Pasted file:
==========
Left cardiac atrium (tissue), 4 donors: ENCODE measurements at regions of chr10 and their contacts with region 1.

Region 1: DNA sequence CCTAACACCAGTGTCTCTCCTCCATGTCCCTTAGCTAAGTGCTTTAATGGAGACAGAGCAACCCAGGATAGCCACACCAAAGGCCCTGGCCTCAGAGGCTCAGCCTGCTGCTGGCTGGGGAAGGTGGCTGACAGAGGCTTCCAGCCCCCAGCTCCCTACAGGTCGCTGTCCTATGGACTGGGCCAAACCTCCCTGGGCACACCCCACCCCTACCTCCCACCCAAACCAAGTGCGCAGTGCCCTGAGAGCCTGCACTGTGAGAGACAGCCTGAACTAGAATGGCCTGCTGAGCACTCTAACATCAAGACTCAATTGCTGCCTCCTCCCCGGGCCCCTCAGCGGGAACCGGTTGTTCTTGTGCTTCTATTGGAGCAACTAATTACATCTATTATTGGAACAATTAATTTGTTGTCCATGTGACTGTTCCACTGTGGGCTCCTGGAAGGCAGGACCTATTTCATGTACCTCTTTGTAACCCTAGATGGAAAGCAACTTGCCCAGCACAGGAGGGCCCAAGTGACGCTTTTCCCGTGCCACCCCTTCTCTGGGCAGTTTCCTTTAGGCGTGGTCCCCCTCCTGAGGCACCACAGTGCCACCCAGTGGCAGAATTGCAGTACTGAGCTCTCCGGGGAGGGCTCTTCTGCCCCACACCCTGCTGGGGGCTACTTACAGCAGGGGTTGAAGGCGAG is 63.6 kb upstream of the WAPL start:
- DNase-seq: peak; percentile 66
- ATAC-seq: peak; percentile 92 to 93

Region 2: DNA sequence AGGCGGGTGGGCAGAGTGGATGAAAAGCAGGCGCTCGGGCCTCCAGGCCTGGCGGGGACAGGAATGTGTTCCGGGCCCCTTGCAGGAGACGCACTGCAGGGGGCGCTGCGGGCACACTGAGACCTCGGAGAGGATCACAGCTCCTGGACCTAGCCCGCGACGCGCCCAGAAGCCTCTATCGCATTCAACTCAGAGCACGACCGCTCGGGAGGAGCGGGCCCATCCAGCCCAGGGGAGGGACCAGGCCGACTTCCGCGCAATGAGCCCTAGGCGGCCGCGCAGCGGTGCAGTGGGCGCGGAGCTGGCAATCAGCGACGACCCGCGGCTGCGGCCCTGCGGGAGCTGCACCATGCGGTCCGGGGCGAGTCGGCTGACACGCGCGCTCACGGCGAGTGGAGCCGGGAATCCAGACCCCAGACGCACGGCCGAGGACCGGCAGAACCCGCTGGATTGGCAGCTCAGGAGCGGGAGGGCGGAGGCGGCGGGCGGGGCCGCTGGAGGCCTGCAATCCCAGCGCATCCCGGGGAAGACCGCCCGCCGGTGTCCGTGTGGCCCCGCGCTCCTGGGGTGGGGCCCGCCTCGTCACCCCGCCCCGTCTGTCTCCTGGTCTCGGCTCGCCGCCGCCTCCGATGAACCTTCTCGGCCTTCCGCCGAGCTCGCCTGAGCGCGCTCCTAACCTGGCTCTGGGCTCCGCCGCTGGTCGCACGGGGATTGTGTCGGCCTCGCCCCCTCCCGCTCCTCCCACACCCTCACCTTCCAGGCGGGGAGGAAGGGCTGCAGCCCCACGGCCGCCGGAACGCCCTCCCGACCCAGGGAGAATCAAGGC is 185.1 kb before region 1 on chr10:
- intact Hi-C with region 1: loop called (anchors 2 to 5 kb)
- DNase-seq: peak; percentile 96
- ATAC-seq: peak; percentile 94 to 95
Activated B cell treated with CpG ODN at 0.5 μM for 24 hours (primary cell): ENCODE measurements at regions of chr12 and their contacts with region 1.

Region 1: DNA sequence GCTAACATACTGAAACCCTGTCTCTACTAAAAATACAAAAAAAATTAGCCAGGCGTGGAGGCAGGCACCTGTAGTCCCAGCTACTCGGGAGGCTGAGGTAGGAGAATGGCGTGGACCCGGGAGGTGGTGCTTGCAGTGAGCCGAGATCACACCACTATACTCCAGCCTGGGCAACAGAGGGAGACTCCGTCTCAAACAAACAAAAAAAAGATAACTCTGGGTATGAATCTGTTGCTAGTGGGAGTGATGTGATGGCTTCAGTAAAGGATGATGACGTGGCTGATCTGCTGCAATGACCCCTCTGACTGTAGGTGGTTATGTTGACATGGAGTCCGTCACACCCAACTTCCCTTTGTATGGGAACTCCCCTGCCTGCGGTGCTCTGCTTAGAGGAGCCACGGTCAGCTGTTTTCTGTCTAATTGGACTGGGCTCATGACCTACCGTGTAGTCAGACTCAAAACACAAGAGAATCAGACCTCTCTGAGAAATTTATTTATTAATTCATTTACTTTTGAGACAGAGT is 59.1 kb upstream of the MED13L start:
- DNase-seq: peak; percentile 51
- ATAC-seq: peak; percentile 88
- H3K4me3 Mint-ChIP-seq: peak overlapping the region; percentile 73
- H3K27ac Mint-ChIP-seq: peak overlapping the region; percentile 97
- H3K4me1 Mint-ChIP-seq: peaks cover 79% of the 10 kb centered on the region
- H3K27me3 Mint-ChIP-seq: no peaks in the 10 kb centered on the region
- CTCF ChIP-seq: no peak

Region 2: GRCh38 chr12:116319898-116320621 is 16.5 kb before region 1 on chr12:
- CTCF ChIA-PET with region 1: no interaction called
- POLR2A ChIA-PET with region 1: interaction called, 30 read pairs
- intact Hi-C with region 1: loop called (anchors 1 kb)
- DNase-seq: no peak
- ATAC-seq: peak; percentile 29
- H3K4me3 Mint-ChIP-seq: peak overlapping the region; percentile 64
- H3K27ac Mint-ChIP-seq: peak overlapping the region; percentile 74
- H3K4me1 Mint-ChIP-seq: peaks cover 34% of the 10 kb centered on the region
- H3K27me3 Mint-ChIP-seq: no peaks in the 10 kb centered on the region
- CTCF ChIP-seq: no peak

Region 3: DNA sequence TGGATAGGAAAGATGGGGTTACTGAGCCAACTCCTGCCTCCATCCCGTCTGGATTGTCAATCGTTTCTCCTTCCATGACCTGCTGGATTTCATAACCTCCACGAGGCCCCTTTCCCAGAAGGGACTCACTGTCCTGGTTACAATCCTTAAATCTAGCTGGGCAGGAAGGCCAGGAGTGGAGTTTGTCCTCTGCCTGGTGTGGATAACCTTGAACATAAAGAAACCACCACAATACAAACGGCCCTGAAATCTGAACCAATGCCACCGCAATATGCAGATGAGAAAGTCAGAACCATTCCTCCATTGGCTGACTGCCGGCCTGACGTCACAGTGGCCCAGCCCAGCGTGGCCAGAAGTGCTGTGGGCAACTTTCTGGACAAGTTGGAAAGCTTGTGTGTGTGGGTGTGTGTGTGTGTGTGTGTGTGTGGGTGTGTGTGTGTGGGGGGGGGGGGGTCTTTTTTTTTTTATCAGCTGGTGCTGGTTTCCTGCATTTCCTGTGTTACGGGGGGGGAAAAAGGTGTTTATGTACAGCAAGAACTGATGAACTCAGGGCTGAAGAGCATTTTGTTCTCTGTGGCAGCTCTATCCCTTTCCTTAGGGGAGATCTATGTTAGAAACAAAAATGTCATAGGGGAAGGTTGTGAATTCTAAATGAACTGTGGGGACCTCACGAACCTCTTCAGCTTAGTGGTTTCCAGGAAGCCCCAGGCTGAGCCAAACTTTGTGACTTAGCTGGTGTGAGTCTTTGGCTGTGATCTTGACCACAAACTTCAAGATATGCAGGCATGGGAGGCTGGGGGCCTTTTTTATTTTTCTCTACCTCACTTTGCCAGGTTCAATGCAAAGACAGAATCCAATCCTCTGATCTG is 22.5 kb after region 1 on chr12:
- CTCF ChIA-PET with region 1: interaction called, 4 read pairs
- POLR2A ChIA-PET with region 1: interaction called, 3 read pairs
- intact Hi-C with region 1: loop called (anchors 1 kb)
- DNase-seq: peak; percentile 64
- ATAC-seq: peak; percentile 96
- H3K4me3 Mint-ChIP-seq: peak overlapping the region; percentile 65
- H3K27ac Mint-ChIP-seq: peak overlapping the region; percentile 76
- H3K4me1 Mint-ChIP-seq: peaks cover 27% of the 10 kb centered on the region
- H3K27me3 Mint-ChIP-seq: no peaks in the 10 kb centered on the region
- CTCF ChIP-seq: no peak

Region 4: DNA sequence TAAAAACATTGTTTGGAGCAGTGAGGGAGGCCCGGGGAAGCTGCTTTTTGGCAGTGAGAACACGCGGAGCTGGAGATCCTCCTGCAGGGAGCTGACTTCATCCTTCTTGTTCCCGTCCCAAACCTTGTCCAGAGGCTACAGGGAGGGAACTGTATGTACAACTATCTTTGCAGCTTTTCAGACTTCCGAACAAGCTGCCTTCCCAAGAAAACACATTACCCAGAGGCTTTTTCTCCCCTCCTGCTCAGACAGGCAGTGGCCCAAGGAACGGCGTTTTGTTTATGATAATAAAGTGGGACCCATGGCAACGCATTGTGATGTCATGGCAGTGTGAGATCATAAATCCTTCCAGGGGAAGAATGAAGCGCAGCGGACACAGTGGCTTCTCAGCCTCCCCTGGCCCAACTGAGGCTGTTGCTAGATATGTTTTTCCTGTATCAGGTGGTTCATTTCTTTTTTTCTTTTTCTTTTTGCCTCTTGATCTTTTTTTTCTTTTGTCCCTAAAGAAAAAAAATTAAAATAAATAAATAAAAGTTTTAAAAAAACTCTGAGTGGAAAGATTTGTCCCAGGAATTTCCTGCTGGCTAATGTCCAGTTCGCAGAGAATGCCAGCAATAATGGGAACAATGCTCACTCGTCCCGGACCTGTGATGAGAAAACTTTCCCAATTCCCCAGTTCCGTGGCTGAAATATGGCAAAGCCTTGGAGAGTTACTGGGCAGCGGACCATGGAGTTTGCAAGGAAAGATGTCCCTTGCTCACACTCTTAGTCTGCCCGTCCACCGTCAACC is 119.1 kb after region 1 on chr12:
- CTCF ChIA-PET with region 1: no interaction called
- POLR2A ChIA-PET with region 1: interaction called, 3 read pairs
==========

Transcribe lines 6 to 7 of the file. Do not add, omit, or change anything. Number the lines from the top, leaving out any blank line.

- intact Hi-C with region 1: loop called (anchors 2 to 5 kb)
- DNase-seq: peak; percentile 96